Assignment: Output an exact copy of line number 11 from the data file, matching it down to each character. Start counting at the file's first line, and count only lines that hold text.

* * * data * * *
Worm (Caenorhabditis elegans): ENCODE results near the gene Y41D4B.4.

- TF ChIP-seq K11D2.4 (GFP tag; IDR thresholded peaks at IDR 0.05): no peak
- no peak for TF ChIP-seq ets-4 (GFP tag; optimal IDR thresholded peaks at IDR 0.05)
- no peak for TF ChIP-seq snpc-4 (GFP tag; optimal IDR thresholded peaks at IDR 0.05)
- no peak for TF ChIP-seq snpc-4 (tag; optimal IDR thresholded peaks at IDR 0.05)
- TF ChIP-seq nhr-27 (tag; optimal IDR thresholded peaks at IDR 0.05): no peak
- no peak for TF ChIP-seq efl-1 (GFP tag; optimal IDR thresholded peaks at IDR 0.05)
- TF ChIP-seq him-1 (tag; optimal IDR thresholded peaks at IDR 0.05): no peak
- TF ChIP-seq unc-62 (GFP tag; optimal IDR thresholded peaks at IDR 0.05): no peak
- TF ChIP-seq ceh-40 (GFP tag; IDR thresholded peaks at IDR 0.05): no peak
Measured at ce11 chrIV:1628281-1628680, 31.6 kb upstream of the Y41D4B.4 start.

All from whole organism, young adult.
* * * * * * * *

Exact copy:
Measured at ce11 chrIV:1628281-1628680, 31.6 kb upstream of the Y41D4B.4 start.